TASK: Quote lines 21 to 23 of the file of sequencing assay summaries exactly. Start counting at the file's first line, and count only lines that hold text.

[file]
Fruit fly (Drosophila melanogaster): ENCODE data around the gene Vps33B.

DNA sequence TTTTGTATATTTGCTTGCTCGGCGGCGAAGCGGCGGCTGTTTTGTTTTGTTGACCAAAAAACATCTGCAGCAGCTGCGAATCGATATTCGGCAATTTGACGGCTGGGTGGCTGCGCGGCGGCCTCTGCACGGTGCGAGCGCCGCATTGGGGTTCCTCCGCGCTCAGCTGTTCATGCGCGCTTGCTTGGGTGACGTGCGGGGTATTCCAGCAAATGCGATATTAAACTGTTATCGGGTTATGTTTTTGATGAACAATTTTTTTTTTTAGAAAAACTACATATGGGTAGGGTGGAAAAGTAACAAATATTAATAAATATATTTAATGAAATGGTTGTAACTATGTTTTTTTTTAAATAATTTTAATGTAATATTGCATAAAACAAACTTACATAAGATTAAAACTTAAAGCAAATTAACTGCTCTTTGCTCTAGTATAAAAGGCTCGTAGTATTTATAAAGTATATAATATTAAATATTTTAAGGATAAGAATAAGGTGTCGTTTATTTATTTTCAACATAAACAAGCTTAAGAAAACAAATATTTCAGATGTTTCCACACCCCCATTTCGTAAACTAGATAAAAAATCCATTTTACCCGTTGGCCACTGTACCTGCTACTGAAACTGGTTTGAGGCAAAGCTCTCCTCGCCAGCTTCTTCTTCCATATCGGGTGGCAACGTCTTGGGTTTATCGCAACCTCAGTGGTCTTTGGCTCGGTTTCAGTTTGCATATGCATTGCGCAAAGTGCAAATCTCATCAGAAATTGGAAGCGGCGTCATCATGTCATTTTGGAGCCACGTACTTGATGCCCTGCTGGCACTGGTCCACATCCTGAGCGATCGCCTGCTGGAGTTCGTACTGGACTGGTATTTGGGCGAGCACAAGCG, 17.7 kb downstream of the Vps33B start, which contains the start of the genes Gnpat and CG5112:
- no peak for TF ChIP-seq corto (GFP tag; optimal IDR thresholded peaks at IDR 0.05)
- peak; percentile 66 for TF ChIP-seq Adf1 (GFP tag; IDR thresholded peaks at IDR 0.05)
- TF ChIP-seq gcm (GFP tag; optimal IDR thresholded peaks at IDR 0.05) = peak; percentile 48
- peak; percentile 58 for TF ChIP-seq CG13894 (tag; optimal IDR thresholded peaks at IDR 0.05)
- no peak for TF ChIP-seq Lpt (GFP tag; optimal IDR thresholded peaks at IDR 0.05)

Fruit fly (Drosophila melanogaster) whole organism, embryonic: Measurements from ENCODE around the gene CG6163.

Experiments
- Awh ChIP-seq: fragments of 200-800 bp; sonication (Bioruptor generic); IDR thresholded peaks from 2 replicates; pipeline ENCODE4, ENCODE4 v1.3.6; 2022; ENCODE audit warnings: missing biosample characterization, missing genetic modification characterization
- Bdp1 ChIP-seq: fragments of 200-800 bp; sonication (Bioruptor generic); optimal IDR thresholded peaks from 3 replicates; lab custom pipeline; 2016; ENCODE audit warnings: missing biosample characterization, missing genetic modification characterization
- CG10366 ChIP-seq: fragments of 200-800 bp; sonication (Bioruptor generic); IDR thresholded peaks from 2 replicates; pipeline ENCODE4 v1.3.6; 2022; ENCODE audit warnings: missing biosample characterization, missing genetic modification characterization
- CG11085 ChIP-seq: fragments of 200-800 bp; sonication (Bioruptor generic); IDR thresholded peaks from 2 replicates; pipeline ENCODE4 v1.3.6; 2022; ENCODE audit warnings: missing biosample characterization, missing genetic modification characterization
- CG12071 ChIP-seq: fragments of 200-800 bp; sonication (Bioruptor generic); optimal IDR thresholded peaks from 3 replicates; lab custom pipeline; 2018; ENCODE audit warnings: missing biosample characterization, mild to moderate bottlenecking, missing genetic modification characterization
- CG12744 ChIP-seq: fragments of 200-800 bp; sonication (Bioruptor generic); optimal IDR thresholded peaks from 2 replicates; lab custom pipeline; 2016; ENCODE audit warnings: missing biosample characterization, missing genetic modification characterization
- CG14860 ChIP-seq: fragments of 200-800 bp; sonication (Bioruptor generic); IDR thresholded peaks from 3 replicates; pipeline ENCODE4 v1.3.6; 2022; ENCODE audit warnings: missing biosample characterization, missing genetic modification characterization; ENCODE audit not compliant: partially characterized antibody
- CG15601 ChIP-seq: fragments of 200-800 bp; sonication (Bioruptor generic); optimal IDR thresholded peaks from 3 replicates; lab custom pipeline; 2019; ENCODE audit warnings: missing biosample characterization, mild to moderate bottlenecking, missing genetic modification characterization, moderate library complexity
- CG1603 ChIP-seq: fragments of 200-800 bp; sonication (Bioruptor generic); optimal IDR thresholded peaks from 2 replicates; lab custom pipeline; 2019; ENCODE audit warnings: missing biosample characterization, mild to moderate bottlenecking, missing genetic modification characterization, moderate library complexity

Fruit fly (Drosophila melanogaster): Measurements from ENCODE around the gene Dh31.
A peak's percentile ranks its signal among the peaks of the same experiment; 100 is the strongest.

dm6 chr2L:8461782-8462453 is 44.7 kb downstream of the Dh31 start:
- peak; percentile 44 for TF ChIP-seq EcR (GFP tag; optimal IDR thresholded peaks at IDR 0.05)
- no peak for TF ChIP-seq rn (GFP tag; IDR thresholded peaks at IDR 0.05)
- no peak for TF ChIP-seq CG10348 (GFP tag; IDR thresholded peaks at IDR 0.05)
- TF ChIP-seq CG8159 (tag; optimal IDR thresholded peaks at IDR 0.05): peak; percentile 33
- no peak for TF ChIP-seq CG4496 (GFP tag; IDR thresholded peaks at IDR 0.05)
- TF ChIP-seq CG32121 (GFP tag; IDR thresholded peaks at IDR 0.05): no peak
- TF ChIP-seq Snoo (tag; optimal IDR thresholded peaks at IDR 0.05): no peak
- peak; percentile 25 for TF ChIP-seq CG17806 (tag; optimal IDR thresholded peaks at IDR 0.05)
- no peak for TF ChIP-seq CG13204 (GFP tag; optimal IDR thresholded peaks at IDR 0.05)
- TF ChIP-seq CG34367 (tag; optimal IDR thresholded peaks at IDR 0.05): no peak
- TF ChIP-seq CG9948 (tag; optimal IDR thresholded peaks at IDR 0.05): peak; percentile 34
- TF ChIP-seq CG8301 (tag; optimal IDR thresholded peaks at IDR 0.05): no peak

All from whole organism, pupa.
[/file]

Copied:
dm6 chr2L:8461782-8462453 is 44.7 kb downstream of the Dh31 start:
- peak; percentile 44 for TF ChIP-seq EcR (GFP tag; optimal IDR thresholded peaks at IDR 0.05)
- no peak for TF ChIP-seq rn (GFP tag; IDR thresholded peaks at IDR 0.05)